The National Crime Records Bureau does not collect disaggregated data on attacks against Christians. NCRB data also makes the heavily contested claim that riots have declined in India and the situation is more peaceful in recent years.
A massive jump in number of attacks
In the 11 years between 2012 and 2022, the number of incidents recorded have gone up four times. The first big jump was in 2016, when the EFI report detailed 247 incidents. This number continued to rise in the next few years. The next jump was in 2021, which saw 505 incidents recorded. This rose further to 599 in 2022.
State-specific patterns have also undergone a change.
The number of incidents in Uttar Pradesh, for instance, has seen a sharp increase, going from 18 in 2014 to 50 in 2017. In March 2017, then Bharatiya Janata Party (BJP) MP and head of the Gorakhnath math, Adityanath, who is open about his hardline Hindutva politics, took over as the state’s chief minister. By 2018, the number of incidents against Christians recorded by the EFI in the state had gone up to 132. After small dips in 2019 and 2020, it was back up to 129 incidents in 2021.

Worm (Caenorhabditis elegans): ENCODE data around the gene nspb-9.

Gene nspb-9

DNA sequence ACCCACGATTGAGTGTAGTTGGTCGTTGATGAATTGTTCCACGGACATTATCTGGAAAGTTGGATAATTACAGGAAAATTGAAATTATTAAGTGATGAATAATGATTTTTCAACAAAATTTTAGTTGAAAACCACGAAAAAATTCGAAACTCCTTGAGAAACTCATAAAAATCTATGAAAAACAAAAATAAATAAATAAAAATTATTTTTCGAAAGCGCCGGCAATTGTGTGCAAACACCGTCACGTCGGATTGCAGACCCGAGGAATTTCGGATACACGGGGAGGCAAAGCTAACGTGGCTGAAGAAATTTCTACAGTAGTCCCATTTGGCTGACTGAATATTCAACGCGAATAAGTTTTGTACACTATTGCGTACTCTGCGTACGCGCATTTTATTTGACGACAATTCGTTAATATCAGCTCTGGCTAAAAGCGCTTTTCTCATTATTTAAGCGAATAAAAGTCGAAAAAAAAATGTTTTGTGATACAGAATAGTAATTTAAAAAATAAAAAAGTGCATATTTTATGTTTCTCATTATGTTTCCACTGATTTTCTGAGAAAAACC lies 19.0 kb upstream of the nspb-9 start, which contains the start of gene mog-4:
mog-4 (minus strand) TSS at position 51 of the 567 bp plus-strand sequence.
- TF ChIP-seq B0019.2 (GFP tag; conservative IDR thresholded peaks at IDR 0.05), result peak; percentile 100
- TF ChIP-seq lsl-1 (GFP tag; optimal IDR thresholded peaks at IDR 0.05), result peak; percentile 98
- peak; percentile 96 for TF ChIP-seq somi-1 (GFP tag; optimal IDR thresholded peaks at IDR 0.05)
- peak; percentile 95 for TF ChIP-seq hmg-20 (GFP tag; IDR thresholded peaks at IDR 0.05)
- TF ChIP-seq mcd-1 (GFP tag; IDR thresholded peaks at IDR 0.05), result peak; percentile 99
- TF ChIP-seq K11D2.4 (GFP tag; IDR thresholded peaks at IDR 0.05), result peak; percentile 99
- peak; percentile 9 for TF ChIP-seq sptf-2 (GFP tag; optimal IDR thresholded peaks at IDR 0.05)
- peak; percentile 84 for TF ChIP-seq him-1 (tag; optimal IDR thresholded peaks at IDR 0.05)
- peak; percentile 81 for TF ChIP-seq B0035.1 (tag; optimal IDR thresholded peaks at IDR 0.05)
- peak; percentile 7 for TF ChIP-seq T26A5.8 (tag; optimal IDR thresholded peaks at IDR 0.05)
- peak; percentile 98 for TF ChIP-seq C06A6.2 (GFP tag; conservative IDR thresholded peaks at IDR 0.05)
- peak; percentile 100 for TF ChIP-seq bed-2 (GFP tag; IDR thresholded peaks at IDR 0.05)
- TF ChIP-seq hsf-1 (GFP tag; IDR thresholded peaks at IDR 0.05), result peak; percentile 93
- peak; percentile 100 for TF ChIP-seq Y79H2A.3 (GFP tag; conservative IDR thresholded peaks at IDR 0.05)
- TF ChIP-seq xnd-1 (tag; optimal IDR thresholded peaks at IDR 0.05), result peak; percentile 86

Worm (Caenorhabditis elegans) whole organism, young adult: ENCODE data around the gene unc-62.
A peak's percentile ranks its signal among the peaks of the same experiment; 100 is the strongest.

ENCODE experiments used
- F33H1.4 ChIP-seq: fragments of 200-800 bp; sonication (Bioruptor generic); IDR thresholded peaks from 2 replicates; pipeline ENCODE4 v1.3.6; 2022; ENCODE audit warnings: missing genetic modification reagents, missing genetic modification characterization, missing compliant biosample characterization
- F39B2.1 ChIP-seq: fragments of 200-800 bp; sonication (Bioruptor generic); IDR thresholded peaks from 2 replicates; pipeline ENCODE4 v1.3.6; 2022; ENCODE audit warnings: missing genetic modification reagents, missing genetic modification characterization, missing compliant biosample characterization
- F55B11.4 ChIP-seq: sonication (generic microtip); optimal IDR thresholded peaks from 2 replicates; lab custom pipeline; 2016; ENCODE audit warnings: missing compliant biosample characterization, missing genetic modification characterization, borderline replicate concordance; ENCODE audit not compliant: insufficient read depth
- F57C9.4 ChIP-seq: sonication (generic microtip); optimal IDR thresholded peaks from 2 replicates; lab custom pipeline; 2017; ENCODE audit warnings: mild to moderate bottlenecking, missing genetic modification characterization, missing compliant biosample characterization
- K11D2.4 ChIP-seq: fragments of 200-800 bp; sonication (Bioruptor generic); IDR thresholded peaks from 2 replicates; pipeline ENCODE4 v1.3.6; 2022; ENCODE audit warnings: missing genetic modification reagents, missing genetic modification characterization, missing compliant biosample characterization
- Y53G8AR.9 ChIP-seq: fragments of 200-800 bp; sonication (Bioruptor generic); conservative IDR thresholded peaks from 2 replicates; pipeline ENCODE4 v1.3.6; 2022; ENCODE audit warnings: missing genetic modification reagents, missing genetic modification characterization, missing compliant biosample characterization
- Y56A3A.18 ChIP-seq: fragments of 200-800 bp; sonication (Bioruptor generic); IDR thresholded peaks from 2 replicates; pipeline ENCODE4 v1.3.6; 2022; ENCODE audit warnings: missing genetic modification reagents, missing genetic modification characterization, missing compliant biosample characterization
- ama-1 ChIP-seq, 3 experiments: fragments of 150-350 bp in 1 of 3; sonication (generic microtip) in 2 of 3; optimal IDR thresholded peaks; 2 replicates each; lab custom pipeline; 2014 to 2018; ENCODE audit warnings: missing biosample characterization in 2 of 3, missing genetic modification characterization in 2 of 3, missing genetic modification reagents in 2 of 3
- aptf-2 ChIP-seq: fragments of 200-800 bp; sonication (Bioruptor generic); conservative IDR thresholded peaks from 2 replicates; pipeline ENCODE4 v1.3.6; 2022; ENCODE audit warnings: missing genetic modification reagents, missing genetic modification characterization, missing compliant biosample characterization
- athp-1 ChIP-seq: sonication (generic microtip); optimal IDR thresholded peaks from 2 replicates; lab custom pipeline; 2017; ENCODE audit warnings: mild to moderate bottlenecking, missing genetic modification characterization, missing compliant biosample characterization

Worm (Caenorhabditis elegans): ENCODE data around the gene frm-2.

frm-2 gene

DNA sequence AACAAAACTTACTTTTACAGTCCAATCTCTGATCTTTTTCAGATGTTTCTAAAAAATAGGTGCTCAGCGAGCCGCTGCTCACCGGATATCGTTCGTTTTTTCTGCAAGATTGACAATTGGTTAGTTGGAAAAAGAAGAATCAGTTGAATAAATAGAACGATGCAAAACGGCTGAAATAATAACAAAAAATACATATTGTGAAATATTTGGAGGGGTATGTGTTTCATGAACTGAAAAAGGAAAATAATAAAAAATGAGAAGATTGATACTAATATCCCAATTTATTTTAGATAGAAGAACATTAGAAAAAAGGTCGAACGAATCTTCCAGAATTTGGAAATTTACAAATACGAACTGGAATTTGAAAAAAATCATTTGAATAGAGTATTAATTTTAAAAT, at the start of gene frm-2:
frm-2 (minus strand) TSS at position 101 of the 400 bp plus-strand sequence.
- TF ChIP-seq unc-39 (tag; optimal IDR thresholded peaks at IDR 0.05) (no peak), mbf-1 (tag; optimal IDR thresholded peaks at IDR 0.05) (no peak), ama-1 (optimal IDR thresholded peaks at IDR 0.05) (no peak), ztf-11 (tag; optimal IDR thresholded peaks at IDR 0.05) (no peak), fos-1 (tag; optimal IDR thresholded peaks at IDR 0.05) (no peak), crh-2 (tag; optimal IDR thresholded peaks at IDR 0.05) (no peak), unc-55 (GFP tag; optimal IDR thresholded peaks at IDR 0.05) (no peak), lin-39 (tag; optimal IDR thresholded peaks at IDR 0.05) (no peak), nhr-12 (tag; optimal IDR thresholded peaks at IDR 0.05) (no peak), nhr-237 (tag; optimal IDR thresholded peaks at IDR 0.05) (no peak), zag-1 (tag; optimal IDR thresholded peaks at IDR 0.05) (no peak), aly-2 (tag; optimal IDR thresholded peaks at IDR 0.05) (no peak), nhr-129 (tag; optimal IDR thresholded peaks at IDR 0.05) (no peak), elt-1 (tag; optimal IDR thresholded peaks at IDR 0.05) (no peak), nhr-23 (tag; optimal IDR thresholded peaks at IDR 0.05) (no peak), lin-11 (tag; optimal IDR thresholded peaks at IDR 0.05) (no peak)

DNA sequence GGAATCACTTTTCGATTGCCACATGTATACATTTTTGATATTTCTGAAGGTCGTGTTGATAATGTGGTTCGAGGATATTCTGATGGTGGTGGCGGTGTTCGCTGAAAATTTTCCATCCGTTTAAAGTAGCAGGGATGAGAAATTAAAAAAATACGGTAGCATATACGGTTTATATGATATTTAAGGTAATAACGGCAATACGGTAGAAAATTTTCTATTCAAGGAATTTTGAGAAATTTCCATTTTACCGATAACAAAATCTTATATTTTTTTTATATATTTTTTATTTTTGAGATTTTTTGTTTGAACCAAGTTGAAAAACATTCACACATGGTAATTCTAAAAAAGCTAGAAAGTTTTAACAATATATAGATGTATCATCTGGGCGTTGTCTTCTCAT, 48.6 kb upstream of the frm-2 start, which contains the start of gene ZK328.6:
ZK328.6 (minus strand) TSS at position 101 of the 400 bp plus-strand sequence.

Another state which has seen a large number of attacks over the years is Tamil Nadu. Here, according to the EFI, anti-Christian violence often overlaps with casteist violence, and “victims largely come from the so called lower castes in villages where the dominant groups object to prayer houses and even the entry of missionaries”.
In the most recent data for 2023 released by UCF, Uttar Pradesh, Chhattisgarh and Haryana have reported the highest number of incidents against Christians.